Trafford hires firm to do code-enforcement work
After struggling to retain part-time code-enforcement officers, Trafford Council is contracting with an Allegheny County firm owned by an experienced code officer to work on an as-needed basis.
West Mifflin-based Allegheny Building Consultants, owned by Mark Lazzaro, began providing code-enforcement services for the borough this week. Council voted unanimously on Jan. 21 to hire the firm at a rate of $25 an hour.
The firm employs a staff of code officers — including Lazzaro, who has worked part time in Trafford over the past two years. Under the agreement, the firm will conduct inspections on weekdays and provide office hours twice a week, but Trafford will not pay it for benefits or insurance.
“It's going to be on an as-needed basis, so during the winter, when it's slow, we may only need 10 hours of code enforcement,” Councilman John Daykon said. “In the summer, when it's busy, we may need 40 or 45 or 50.”
Trafford officials have been complimentary of Lazzaro, who now works full time as West Mifflin's code officer. Though Lazzaro worked full time in Trafford for only a couple of months in 2012, he continued on a part-time basis after two other part-time code officers resigned.
Unlike some other code firms, which earn a percentage of the fees generated in a municipality, Trafford will retain all of the revenue the code office makes, Daykon said.
“In our opinion, we think it'll be a much better alternative,” he said.
Council meeting dates are being switched to the first Tuesday of the month at 7 p.m., starting in February.
Council's change is accommodating the borough's solicitor, Craig Alexander, who now has a conflict with council's previously longstanding schedule of meeting on the third Tuesday of the month.
The only exception will be in November, when council will meet on the third Tuesday because the first Tuesday is Election Day.
An improved fire rating for the Trafford Fire Company should help to decrease the cost of residents' homeowners insurance, Chief Brian Lindbloom said.
The department recently underwent its first insurance-services audit in 18 years. Because of the results, residents might want to check with their insurance companies to renegotiate their rate if their renewal period is a few months away, Lindbloom said. The audit reviews a company's equipment, training and certifications, among other aspects.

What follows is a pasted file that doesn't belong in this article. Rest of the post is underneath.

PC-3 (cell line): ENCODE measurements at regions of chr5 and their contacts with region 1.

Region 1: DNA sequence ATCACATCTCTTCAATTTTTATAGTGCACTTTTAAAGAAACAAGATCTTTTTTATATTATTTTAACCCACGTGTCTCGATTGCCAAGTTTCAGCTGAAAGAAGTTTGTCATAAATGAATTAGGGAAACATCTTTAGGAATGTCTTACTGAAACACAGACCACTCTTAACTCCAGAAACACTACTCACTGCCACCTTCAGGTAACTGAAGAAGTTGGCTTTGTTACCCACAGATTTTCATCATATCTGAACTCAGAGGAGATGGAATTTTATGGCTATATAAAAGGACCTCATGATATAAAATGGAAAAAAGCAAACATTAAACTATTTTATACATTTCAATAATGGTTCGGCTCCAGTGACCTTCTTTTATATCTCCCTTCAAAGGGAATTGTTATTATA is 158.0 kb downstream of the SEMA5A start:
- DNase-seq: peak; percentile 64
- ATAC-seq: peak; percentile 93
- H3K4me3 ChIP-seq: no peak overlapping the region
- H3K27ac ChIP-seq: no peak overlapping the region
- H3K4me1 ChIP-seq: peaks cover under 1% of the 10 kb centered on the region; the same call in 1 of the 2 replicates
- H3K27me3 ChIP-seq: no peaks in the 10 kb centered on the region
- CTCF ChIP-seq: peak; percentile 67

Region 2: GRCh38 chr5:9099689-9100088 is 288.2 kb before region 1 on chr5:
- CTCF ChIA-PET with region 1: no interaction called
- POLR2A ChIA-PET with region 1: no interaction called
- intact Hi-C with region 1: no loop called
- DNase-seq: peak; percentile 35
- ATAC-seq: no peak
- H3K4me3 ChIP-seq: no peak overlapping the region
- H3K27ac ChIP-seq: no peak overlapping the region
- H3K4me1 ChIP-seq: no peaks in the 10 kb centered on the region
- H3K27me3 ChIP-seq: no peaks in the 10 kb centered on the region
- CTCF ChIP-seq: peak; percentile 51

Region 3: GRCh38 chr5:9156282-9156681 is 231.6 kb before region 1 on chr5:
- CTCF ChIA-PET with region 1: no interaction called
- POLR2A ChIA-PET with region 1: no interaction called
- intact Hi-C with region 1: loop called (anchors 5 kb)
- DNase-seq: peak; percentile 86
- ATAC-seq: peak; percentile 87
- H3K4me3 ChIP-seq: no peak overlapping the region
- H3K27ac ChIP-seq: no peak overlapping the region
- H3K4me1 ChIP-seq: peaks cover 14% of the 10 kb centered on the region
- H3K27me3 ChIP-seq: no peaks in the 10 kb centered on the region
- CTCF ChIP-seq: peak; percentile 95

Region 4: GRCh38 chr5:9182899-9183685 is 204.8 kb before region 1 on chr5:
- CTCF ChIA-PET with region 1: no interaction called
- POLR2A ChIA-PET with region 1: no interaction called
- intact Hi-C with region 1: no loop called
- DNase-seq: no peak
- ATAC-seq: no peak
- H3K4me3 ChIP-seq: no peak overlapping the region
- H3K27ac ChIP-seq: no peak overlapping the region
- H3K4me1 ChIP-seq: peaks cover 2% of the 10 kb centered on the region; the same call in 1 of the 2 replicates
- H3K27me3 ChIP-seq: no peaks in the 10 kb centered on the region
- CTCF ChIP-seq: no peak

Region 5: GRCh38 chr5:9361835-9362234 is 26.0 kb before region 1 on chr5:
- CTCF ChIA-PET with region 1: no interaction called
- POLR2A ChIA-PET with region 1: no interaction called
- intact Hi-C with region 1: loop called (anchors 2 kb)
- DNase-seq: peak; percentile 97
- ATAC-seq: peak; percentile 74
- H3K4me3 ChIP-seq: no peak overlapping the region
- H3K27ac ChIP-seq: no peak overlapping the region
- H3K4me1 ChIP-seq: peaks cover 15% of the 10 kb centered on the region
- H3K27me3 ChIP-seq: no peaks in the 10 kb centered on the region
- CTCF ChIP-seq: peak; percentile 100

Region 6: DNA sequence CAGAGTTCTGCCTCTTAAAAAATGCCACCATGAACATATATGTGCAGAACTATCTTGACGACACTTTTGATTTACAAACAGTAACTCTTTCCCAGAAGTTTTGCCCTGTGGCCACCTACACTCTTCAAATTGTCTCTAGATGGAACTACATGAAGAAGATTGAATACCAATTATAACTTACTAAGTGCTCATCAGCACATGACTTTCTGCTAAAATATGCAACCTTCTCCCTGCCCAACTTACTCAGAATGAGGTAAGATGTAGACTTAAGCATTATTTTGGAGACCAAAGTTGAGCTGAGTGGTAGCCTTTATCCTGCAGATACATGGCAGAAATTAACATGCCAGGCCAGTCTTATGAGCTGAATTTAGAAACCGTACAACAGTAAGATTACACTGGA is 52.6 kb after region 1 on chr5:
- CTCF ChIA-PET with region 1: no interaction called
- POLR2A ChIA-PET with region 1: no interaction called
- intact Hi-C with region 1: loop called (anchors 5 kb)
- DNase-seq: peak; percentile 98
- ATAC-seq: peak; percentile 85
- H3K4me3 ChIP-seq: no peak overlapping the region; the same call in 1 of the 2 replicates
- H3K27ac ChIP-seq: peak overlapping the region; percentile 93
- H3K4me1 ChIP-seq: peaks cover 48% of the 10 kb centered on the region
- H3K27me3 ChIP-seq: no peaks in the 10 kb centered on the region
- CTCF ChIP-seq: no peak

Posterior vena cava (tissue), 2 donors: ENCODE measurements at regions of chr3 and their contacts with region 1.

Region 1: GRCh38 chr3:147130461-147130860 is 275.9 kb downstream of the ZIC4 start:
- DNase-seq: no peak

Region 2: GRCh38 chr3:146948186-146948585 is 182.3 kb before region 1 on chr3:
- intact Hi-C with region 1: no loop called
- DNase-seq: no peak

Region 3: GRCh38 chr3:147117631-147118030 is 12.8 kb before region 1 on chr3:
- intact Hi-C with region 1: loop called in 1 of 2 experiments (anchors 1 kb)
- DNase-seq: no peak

Council awarded grants to six community organizations that applied for funding from the borough.
The grants went to Trafford Level Green Athletic Association, $3,961; Trafford Emergency Medical Services, $3,000; Trafford Economic and Community Development Corp., $2,700; Trafford Community Public Library, $2,500; Holiday Happenings committee, $2,000; and Trafford Beautification Club, $1,000.
The groups are required to file paperwork by the end of the year demonstrating how they spent the money and return any leftover funds.
Council is advertising to hire part-time maintenance workers who would clean the borough building, Manchester Room and park pavilions.
The job will pay $10 an hour, which officials said would cost less than the $10,000 Trafford had been paying for a cleaning service it recently stopped using.
Show commenting policy
TribLive commenting policy
You are solely responsible for your comments and by using TribLive.com you agree to our Terms of Service.
We moderate comments. Our goal is to provide substantive commentary for a general readership. By screening submissions, we provide a space where readers can share intelligent and informed commentary that enhances the quality of our news and information.
While most comments will be posted if they are on-topic and not abusive, moderating decisions are subjective. We will make them as carefully and consistently as we can. Because of the volume of reader comments, we cannot review individual moderation decisions with readers.
We value thoughtful comments representing a range of views that make their point quickly and politely. We make an effort to protect discussions from repeated comments either by the same reader or different readers.
We follow the same standards for taste as the daily newspaper. A few things we won't tolerate: personal attacks, obscenity, vulgarity, profanity (including expletives and letters followed by dashes), commercial promotion, impersonations, incoherence, proselytizing and SHOUTING. Don't include URLs to Web sites.
We do not edit comments. They are either approved or deleted. We reserve the right to edit a comment that is quoted or excerpted in an article. In this case, we may fix spelling and punctuation.
We welcome strong opinions and criticism of our work, but we don't want comments to become bogged down with discussions of our policies and we will moderate accordingly.
We appreciate it when readers and people quoted in articles or blog posts point out errors of fact or emphasis and will investigate all assertions. But these suggestions should be sent via e-mail. To avoid distracting other readers, we won't publish comments that suggest a correction. Instead, corrections will be made in a blog post or in an article.
Subscribe today! Click here for our subscription offers.